In a lot of cases, your dog will eat this type of meat, and nothing bad will happen. As we have said, the issue with pork rinds is that they are unhealthy, so it is unlikely that you will see the effects that that high intake of salt had on your dog. But, if you are very concerned, it is always best to speak to your veterinarian about what your dog has eaten. 

However, if your dog does not have any immediate bad reactions to eating the pork, it is best to simply monitor them for 24 hours. Your dog might not have any bad reactions, or they might have a delayed reaction, which is why monitoring them is so important. So if your dog does eat pork rind, watch out for any of the following symptoms:

Salt-Poisoning

One of the worst things that can happen if your dog eats a lot of pork-rind is that they will begin to suffer from salt-poisoning. This is a condition brought on by eating too much salt which results in dehydration, and has symptoms such as vomiting and diarrhea. 

It is best to monitor your dog for any of these symptoms, however, the risk of them developing salt-poisoning is fairly slim. In order to get salt-poisoning, a dog would need to consume a lot of salt.

However, your dog might be more likely to develop this condition from eating pork-rind if they are a smaller breed. This isn’t because smaller dogs are less-resistant than older dogs, it is simply because smaller dogs have less body weight, so a smaller amount of salt will be more dangerous.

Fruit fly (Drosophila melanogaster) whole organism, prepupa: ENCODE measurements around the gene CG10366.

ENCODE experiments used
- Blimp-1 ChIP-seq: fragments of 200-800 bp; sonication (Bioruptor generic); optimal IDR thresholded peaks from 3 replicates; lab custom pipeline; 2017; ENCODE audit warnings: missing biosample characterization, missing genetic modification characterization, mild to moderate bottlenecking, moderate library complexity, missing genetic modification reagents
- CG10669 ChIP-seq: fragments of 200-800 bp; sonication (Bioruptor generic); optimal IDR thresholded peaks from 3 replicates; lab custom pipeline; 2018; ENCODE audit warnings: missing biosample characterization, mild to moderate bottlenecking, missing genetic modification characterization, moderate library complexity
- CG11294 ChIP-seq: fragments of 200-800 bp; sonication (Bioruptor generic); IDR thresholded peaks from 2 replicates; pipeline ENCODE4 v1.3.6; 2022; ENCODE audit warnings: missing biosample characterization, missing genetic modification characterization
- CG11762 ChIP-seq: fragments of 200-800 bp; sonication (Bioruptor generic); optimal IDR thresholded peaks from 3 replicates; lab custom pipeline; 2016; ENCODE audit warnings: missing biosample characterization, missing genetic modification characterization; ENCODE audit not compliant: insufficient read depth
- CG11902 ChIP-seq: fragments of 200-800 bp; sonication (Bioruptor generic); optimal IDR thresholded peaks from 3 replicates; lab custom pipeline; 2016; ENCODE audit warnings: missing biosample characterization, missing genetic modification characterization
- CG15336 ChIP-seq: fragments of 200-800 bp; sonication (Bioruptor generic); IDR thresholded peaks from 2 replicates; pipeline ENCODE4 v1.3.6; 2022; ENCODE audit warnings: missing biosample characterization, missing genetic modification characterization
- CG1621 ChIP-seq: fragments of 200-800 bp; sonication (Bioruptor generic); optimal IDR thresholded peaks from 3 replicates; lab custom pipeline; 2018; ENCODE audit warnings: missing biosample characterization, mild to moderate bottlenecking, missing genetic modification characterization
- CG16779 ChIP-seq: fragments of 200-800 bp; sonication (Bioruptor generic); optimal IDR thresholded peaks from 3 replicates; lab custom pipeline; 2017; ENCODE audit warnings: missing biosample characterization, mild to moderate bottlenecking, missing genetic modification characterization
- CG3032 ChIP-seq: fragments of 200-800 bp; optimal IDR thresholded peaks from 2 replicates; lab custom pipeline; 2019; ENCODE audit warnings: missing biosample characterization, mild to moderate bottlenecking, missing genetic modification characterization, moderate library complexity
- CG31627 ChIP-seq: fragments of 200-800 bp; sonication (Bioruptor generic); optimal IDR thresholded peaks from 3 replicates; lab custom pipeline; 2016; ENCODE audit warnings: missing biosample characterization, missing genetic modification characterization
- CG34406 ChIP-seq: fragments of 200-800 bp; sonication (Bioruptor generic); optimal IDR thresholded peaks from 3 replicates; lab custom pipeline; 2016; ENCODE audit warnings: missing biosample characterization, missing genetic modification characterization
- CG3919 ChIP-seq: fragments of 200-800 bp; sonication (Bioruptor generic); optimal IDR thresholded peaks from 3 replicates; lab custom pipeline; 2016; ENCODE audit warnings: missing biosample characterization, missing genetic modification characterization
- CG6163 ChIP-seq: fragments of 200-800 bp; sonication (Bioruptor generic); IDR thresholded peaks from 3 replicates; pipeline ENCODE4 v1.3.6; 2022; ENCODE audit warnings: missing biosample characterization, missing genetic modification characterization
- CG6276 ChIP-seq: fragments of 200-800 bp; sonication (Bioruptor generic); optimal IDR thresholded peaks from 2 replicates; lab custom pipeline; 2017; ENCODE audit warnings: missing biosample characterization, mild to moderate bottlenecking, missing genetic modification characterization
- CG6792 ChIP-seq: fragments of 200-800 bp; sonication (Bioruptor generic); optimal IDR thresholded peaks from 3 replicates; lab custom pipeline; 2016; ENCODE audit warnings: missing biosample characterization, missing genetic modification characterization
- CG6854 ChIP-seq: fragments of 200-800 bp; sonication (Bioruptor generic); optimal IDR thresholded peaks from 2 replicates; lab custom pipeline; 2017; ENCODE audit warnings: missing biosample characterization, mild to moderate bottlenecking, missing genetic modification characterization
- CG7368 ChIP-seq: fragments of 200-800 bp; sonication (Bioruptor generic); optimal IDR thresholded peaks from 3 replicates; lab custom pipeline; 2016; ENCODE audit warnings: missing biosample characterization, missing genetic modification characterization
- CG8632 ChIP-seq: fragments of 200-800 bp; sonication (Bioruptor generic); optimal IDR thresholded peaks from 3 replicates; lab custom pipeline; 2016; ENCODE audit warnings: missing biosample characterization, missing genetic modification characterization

Salt-poisoning might not cause symptoms to show immediately after your dog eats the pork rind. In fact, in most cases it will take a few hours for any of these symptoms to begin. This is why it is very important that you monitor your dog for 24 hours if they have eaten anything that could be dangerous. 

Stomach Upset

One of the most common reactions that your dog will have to eating pork rind is a bad stomach. Although they will try to eat pretty much anything, dogs often suffer with sensitive stomachs. So, your dog may experience vomiting, diarrhea, constipation, or stomach cramps in the hours after they eat pork rind. 

Not all dogs will experience this, it is all dependent on your dog’s digestive system. As we have said, a lot of dogs will eat this and have no bad reaction (as long as they only ate a very small amount), but other dogs will have a bad reaction.

Generally, this stomach upset will go away within 24 hours of your dog eating the pork rind. So, it is very important that you only stick to regular dog food within this time to let your dog’s stomach recover. You should also make sure that your dog drinks lots of water during this time to avoid them becoming dehydrated.